For anyone used to hearing LDL “bad” cholesterol called the villain, the results were surprising. Higher low-density lipoprotein cholesterol levels were associated with higher scores in memory performance. The same was true for lower triglyceride/high-density lipoprotein cholesterol ratios.9
In another study, rats were given either a regular diet or a cholesterol-enriched diet for two months. The researchers then determined how the two diets impacted learning and memory, as well as other effects on the brain. They found that compared to rats on the regular diet, rats fed the cholesterol-enriched diet performed better in a water maze test used to gauge learning and memory and in an object recognition test. The memory improvement came with other beneficial effects on the structure of the brain.10
Cholesterol Is Only Part of the Story
Cholesterol is only one aspect of heart health. In fact, half of those hospitalized with coronary artery disease symptoms had normal LDL levels (under 100 mg/dl), while 75 percent of those who had a heart attack also had normal LDL levels.11 Another study published in 2004 showed that 50 percent of people having a cardiovascular event had normal cholesterol levels.12
The oxidation of LDL cholesterol is something else to consider. Oxidation is the process that causes metal to rust and fats to turn rancid.
The same process can occur in your body, changing your LDL cholesterol from a form that is beneficial to one that actually damages your body. In this way, it’s not the LDL per se that damages the body but rather the oxidized LDL. Fibrinogen, C-reactive protein and homocysteine are all other factors that can play a role in whether your heart is healthy or not.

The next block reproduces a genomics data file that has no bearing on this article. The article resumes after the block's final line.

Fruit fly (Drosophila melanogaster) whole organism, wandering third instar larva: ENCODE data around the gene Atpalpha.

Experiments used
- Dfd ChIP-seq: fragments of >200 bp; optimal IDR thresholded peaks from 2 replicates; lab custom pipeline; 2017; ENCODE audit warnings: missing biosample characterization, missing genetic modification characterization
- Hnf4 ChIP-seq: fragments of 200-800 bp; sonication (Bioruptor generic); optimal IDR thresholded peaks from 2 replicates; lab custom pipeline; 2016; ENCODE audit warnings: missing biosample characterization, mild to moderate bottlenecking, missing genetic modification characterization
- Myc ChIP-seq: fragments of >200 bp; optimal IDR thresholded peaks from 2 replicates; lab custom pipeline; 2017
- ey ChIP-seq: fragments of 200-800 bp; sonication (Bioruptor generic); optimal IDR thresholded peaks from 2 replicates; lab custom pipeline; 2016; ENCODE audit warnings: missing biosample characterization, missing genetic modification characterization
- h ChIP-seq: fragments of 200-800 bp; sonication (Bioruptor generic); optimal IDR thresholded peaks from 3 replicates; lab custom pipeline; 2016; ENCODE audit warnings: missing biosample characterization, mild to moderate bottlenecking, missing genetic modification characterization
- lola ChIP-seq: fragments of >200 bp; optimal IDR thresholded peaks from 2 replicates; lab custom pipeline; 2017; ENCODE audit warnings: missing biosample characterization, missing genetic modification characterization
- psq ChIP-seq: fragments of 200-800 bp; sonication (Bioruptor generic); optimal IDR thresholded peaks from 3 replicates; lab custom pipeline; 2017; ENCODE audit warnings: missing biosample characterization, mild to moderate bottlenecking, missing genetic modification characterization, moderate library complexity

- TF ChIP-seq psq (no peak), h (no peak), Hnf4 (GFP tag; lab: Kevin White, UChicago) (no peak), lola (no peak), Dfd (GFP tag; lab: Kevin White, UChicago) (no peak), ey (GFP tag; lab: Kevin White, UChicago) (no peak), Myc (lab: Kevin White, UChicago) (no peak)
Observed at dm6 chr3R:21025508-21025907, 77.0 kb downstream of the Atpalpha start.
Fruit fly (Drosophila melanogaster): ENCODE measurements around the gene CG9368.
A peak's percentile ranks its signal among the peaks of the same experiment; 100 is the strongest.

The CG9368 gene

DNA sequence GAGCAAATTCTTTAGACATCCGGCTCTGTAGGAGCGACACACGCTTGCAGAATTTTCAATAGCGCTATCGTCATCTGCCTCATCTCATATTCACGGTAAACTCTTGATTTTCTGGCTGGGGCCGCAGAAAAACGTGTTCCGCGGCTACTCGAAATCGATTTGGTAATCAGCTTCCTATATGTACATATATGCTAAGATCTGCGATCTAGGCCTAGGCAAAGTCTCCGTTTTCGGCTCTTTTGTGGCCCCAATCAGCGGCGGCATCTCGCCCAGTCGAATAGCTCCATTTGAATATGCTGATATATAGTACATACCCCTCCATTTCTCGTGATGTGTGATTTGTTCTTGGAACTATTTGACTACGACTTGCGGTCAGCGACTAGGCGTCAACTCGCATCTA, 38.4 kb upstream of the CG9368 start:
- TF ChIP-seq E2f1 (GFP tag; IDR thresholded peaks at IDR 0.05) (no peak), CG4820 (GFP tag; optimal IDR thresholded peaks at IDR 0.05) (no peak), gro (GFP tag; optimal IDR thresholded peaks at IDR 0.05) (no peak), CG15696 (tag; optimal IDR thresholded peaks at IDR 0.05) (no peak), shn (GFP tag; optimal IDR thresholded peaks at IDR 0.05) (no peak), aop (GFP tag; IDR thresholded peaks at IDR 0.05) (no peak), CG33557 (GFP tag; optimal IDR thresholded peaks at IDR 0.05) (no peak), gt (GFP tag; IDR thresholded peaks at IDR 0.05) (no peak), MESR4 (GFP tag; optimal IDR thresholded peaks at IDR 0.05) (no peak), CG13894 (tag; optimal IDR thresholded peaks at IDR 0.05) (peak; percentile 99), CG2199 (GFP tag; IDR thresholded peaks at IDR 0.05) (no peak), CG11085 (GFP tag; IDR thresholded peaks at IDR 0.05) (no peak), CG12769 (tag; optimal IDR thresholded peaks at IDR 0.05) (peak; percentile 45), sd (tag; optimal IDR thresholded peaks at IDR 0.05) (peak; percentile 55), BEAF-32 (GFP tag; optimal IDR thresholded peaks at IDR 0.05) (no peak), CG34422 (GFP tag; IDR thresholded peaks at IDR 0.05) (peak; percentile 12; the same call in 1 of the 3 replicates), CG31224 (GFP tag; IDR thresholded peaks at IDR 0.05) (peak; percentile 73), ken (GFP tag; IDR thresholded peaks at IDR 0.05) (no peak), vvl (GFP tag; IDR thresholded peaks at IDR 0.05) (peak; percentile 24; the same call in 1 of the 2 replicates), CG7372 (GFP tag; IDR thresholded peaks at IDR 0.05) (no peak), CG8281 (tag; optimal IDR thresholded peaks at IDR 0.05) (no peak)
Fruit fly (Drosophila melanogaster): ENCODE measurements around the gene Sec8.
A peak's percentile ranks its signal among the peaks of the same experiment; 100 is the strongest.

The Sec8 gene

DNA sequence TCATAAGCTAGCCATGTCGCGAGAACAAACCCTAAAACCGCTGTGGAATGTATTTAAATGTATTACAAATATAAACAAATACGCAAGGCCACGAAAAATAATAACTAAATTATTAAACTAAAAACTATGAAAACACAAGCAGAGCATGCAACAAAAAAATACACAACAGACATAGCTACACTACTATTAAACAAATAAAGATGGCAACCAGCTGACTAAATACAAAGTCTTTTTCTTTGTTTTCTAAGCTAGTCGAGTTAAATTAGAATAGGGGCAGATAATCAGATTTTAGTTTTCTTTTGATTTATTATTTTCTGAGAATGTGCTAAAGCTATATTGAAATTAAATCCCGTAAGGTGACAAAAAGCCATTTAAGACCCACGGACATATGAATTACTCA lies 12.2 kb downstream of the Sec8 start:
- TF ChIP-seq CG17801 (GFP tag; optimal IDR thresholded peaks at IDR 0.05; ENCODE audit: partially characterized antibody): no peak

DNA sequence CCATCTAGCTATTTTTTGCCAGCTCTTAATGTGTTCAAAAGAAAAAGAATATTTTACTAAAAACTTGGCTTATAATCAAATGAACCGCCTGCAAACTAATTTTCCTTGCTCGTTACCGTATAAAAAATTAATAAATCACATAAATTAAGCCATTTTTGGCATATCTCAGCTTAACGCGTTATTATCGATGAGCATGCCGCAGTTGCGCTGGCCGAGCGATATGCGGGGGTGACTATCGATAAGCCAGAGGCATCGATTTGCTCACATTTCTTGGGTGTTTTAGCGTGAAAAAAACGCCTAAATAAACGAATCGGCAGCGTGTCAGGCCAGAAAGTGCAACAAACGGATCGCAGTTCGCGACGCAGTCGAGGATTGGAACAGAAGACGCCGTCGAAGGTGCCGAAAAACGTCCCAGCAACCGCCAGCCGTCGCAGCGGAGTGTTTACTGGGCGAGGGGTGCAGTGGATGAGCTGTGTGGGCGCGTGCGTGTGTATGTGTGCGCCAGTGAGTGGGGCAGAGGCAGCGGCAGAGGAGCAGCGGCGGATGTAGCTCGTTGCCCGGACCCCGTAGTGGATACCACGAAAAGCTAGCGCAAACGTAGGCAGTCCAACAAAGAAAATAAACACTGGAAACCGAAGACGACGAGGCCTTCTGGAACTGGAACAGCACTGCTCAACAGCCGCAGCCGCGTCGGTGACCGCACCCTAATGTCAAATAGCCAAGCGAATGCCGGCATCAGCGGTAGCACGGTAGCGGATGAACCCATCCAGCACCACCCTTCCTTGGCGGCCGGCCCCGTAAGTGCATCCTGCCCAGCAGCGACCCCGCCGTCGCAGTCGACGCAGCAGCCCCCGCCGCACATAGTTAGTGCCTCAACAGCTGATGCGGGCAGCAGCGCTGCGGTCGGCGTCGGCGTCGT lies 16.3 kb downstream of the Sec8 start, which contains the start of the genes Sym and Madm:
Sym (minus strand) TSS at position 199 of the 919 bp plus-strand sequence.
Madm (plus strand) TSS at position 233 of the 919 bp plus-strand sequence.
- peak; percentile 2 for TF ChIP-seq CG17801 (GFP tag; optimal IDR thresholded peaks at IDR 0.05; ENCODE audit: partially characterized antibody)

Each of those factors should be tested to ensure optimal heart health, while at the same time working on balancing levels of LDL and HDL cholesterol. The keys to make sure your cholesterol doesn’t plummet too low. Anything below 160mg/dl and you’re putting yourself at risk for cognitive decline.12 People who have cholesterol below 160 also have a risk of increased morbidity and mortality, aggressiveness and suicide.13
Lowering Cholesterol Levels Safely
There are ways to balance your cholesterol naturally, including lifestyle measures. Researchers have discovered that exercise and dieting can actually encourage the production of HDL, the good cholesterol. They found that in overweight people with type 2 diabetes who started an exercise program and calorie-restricted diet, fat cells produced more of a hormone that increases HDL cholesterol production in the liver.14
Additionally, when my patients limit their consumption of refined carbohydrates (white bread and pasta and anything made from white flour) as well as sugar, agave nectar and high fructose corn syrup, their triglyceride levels plummet.
Beyond lifestyle measures, if your cholesterol is really high and you need to bring it down to a balanced level that won’t damage your cognitive function, one possible solution is guggulipid. Many clinical studies demonstrate that guggulipid effectively lowers LDL cholesterol and triglyceride levels and increases HDL cholesterollevels.15-16
Striking the Right Balance
Cholesterol has many beneficial effects in the body. One of those effects is brain health. Reducing cholesterol to a level that’s too low may have disastrous effects on cognitive health. There have been enough cases of statin-related amnesia reported both in the medical literature and in clinical practice among doctors, to cause concern.